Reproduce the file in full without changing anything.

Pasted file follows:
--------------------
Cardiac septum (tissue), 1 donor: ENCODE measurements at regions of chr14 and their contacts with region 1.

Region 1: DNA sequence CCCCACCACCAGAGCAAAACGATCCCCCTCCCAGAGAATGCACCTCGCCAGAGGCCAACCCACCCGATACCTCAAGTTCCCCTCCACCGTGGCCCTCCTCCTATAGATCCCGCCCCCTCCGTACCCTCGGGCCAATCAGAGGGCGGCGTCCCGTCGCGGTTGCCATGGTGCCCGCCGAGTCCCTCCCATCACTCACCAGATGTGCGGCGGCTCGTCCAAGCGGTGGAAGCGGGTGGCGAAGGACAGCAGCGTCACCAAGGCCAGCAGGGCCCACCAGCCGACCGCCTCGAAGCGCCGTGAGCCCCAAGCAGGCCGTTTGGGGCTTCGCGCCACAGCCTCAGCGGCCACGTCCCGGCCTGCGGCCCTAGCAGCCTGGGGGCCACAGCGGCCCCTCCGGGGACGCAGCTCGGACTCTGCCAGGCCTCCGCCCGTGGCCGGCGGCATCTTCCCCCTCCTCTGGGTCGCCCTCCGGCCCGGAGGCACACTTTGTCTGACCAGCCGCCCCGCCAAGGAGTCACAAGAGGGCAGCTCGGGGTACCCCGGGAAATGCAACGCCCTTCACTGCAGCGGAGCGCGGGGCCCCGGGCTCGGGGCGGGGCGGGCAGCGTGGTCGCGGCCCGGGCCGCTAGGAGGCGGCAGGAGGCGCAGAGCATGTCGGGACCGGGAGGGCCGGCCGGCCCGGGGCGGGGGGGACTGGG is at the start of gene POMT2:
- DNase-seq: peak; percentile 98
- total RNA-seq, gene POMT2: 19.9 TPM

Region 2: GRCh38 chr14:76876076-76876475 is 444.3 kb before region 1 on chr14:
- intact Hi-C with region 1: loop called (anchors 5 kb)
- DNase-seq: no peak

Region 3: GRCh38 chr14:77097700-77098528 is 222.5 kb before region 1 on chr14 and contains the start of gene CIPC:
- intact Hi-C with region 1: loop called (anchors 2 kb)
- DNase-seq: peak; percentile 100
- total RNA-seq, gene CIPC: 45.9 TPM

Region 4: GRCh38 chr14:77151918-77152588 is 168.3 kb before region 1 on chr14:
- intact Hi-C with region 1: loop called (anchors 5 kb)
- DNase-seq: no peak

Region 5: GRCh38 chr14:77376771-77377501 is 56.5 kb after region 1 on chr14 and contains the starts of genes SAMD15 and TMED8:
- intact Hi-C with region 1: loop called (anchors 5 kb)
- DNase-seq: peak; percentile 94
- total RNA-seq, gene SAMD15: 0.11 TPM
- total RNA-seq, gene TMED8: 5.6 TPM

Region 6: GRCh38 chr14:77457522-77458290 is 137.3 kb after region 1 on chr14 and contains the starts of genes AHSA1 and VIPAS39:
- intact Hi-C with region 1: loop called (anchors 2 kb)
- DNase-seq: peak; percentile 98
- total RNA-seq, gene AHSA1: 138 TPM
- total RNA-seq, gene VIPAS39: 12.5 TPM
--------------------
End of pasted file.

Cardiac septum (tissue), 1 donor: ENCODE measurements at regions of chr14 and their contacts with region 1.

Region 1: DNA sequence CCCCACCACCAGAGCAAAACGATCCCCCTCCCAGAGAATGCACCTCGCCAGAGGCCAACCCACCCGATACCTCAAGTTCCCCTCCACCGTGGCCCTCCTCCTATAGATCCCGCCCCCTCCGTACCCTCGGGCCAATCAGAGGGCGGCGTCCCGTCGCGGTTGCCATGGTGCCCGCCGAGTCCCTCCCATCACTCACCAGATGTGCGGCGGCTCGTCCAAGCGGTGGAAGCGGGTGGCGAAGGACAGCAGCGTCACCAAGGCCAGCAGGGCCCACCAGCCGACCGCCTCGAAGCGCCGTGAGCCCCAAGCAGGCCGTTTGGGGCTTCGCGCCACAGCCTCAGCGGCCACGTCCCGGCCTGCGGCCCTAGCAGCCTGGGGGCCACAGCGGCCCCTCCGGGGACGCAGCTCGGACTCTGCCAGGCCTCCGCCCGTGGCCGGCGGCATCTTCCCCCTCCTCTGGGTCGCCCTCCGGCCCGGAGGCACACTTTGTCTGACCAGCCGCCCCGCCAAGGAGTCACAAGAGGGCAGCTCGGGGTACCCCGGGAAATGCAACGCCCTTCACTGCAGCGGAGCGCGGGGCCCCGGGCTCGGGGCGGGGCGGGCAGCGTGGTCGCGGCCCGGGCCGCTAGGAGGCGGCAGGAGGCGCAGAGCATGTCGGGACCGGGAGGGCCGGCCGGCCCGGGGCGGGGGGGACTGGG is at the start of gene POMT2:
- DNase-seq: peak; percentile 98
- total RNA-seq, gene POMT2: 19.9 TPM

Region 2: GRCh38 chr14:76876076-76876475 is 444.3 kb before region 1 on chr14:
- intact Hi-C with region 1: loop called (anchors 5 kb)
- DNase-seq: no peak

Region 3: GRCh38 chr14:77097700-77098528 is 222.5 kb before region 1 on chr14 and contains the start of gene CIPC:
- intact Hi-C with region 1: loop called (anchors 2 kb)
- DNase-seq: peak; percentile 100
- total RNA-seq, gene CIPC: 45.9 TPM

Region 4: GRCh38 chr14:77151918-77152588 is 168.3 kb before region 1 on chr14:
- intact Hi-C with region 1: loop called (anchors 5 kb)
- DNase-seq: no peak

Region 5: GRCh38 chr14:77376771-77377501 is 56.5 kb after region 1 on chr14 and contains the starts of genes SAMD15 and TMED8:
- intact Hi-C with region 1: loop called (anchors 5 kb)
- DNase-seq: peak; percentile 94
- total RNA-seq, gene SAMD15: 0.11 TPM
- total RNA-seq, gene TMED8: 5.6 TPM

Region 6: GRCh38 chr14:77457522-77458290 is 137.3 kb after region 1 on chr14 and contains the starts of genes AHSA1 and VIPAS39:
- intact Hi-C with region 1: loop called (anchors 2 kb)
- DNase-seq: peak; percentile 98
- total RNA-seq, gene AHSA1: 138 TPM
- total RNA-seq, gene VIPAS39: 12.5 TPM